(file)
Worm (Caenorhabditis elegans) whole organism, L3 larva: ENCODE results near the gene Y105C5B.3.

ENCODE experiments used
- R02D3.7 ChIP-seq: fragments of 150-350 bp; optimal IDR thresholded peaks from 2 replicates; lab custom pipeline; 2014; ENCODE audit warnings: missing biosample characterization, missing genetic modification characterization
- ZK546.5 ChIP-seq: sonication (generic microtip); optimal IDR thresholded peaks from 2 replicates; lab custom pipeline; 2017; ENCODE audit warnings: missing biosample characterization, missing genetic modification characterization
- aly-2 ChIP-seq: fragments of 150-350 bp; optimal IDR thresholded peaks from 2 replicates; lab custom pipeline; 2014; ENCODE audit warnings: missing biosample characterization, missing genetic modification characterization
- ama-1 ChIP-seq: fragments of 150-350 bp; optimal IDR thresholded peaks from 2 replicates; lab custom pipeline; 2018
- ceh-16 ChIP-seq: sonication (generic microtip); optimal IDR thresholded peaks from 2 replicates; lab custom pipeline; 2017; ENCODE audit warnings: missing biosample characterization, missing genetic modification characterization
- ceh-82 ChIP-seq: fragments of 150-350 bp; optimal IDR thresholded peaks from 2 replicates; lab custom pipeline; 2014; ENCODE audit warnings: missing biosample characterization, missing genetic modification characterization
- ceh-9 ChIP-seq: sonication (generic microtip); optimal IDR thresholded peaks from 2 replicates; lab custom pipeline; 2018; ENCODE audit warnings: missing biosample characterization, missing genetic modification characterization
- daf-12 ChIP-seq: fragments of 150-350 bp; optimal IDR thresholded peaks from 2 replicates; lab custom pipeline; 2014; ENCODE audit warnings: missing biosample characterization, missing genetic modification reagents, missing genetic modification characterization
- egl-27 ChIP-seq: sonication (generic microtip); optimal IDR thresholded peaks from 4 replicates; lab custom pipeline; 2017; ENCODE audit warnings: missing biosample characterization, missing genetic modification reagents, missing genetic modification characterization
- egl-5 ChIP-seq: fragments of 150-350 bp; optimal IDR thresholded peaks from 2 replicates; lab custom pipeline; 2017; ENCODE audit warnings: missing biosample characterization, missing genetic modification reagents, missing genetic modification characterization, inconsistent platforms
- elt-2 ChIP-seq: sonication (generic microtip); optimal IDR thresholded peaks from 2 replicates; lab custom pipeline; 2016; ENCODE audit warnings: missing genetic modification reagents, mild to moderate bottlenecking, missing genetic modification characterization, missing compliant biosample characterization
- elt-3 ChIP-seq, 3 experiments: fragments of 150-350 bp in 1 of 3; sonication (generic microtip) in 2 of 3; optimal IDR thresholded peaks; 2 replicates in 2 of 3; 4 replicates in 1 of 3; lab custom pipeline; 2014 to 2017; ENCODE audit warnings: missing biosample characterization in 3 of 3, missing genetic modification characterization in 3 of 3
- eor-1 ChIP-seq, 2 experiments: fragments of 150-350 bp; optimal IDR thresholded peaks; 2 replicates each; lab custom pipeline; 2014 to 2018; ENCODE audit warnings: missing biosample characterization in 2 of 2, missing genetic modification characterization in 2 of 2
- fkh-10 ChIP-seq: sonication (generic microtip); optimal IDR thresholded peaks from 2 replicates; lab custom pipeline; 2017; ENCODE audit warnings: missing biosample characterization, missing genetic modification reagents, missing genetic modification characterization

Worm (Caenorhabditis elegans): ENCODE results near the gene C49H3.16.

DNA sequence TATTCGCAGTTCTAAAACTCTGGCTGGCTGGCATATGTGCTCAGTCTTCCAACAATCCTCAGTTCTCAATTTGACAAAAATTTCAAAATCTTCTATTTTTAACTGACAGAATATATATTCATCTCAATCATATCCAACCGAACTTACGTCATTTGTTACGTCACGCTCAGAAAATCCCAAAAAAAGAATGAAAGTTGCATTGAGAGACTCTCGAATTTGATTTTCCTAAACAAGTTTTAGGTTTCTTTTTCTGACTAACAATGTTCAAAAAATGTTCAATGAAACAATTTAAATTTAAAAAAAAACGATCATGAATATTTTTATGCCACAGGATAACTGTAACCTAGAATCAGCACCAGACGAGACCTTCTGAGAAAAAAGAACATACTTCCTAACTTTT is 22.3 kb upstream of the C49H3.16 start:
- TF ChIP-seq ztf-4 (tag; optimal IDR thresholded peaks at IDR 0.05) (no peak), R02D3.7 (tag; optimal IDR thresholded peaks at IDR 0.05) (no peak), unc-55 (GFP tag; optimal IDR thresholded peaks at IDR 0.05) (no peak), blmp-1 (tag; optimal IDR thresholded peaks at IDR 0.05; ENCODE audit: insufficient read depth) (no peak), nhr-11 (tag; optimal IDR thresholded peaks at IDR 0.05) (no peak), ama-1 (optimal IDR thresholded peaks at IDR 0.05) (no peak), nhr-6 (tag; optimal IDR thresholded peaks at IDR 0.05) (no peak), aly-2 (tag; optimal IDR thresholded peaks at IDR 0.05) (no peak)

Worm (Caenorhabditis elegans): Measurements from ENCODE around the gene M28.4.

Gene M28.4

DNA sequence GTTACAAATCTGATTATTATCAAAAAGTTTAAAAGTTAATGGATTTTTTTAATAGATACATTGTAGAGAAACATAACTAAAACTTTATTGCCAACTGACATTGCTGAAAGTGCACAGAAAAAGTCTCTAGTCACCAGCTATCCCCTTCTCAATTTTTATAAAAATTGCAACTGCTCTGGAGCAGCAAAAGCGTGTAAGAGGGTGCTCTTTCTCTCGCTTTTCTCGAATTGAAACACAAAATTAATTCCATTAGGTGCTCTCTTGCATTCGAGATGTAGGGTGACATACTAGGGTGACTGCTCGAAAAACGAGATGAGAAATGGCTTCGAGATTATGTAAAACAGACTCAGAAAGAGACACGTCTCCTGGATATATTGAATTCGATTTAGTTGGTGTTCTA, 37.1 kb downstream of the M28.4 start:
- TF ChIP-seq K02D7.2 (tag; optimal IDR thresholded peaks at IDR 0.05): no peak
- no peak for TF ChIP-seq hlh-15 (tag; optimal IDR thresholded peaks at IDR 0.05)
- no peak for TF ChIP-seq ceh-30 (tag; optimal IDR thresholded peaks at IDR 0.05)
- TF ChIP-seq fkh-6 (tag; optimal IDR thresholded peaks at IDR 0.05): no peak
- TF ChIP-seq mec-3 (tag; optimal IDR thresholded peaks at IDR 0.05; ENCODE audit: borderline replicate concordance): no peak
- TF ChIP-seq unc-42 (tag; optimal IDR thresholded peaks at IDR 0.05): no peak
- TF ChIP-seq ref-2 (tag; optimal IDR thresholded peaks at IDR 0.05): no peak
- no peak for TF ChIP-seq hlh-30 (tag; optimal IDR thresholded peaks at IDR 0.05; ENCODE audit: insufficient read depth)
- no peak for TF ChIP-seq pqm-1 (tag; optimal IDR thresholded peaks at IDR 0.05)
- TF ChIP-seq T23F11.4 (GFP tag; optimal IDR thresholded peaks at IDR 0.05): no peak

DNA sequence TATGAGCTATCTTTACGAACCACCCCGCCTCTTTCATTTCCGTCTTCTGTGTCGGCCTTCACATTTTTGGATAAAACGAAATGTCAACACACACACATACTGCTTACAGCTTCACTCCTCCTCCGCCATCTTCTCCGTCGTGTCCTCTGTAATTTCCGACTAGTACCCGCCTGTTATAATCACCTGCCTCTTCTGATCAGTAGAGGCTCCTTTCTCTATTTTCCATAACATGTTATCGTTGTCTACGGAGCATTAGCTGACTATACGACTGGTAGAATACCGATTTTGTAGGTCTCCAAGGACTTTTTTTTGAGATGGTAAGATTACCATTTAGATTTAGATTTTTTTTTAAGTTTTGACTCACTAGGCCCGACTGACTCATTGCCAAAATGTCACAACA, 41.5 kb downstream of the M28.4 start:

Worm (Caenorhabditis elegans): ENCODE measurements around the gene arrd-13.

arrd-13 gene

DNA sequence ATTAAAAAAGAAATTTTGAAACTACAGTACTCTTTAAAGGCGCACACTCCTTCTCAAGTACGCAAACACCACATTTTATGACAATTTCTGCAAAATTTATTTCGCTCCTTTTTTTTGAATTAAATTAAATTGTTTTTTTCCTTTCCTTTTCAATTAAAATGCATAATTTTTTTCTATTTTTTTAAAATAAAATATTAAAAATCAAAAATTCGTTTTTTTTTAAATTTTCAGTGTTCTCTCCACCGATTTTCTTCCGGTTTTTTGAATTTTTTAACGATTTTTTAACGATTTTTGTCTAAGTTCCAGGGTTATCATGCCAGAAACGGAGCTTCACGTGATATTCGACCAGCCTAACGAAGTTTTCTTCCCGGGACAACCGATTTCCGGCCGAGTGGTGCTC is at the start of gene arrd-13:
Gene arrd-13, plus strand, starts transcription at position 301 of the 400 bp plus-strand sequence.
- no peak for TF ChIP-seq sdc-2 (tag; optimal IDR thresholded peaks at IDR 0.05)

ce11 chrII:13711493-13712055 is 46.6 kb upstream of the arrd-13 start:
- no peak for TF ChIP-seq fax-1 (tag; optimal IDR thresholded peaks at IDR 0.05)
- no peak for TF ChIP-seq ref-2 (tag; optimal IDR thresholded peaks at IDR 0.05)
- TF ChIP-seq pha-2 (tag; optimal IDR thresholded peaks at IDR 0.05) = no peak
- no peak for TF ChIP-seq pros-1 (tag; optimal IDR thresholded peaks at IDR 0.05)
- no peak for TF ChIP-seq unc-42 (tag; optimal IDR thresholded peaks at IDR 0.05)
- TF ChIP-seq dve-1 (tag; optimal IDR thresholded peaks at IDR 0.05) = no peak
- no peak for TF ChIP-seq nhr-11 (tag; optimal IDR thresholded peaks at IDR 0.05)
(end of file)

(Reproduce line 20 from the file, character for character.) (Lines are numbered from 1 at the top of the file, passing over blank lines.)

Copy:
Worm (Caenorhabditis elegans): Measurements from ENCODE around the gene M28.4.